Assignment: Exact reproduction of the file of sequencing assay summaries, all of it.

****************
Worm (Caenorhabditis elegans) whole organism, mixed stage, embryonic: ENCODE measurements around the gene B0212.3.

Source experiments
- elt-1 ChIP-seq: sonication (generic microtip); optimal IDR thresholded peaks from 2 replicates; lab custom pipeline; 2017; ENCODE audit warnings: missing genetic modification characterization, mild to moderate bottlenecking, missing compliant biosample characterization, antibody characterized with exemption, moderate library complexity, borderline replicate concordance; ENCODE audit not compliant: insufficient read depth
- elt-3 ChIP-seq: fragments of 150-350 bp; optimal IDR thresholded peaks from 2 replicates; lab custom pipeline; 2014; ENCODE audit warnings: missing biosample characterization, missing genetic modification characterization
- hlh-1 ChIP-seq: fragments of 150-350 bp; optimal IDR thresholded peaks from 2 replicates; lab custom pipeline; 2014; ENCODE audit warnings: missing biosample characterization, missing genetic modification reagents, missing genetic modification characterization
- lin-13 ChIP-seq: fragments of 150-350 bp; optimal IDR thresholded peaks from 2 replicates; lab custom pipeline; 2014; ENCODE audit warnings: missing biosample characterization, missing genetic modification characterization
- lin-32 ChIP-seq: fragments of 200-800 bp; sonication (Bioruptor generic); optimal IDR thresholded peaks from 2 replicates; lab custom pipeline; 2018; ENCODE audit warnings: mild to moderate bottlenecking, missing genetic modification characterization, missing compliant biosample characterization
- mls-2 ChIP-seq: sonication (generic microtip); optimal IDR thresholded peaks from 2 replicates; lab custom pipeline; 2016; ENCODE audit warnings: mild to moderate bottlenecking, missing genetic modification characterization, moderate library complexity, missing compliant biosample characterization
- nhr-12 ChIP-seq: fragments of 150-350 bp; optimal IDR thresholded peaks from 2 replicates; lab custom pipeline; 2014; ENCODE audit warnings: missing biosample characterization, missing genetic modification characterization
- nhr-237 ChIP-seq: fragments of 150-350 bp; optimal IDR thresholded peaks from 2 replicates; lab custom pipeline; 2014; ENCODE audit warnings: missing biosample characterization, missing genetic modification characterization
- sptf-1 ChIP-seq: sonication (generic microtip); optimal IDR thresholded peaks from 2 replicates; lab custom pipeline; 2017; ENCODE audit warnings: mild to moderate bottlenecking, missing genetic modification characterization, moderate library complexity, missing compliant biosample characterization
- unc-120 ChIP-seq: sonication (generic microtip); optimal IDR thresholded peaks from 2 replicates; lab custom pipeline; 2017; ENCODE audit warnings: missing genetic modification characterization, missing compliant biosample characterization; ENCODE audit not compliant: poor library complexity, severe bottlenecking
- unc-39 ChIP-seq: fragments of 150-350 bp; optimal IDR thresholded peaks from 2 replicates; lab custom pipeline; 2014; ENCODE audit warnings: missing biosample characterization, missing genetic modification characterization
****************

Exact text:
Worm (Caenorhabditis elegans) whole organism, mixed stage, embryonic: ENCODE measurements around the gene B0212.3.

Source experiments
- elt-1 ChIP-seq: sonication (generic microtip); optimal IDR thresholded peaks from 2 replicates; lab custom pipeline; 2017; ENCODE audit warnings: missing genetic modification characterization, mild to moderate bottlenecking, missing compliant biosample characterization, antibody characterized with exemption, moderate library complexity, borderline replicate concordance; ENCODE audit not compliant: insufficient read depth
- elt-3 ChIP-seq: fragments of 150-350 bp; optimal IDR thresholded peaks from 2 replicates; lab custom pipeline; 2014; ENCODE audit warnings: missing biosample characterization, missing genetic modification characterization
- hlh-1 ChIP-seq: fragments of 150-350 bp; optimal IDR thresholded peaks from 2 replicates; lab custom pipeline; 2014; ENCODE audit warnings: missing biosample characterization, missing genetic modification reagents, missing genetic modification characterization
- lin-13 ChIP-seq: fragments of 150-350 bp; optimal IDR thresholded peaks from 2 replicates; lab custom pipeline; 2014; ENCODE audit warnings: missing biosample characterization, missing genetic modification characterization
- lin-32 ChIP-seq: fragments of 200-800 bp; sonication (Bioruptor generic); optimal IDR thresholded peaks from 2 replicates; lab custom pipeline; 2018; ENCODE audit warnings: mild to moderate bottlenecking, missing genetic modification characterization, missing compliant biosample characterization
- mls-2 ChIP-seq: sonication (generic microtip); optimal IDR thresholded peaks from 2 replicates; lab custom pipeline; 2016; ENCODE audit warnings: mild to moderate bottlenecking, missing genetic modification characterization, moderate library complexity, missing compliant biosample characterization
- nhr-12 ChIP-seq: fragments of 150-350 bp; optimal IDR thresholded peaks from 2 replicates; lab custom pipeline; 2014; ENCODE audit warnings: missing biosample characterization, missing genetic modification characterization
- nhr-237 ChIP-seq: fragments of 150-350 bp; optimal IDR thresholded peaks from 2 replicates; lab custom pipeline; 2014; ENCODE audit warnings: missing biosample characterization, missing genetic modification characterization
- sptf-1 ChIP-seq: sonication (generic microtip); optimal IDR thresholded peaks from 2 replicates; lab custom pipeline; 2017; ENCODE audit warnings: mild to moderate bottlenecking, missing genetic modification characterization, moderate library complexity, missing compliant biosample characterization
- unc-120 ChIP-seq: sonication (generic microtip); optimal IDR thresholded peaks from 2 replicates; lab custom pipeline; 2017; ENCODE audit warnings: missing genetic modification characterization, missing compliant biosample characterization; ENCODE audit not compliant: poor library complexity, severe bottlenecking
- unc-39 ChIP-seq: fragments of 150-350 bp; optimal IDR thresholded peaks from 2 replicates; lab custom pipeline; 2014; ENCODE audit warnings: missing biosample characterization, missing genetic modification characterization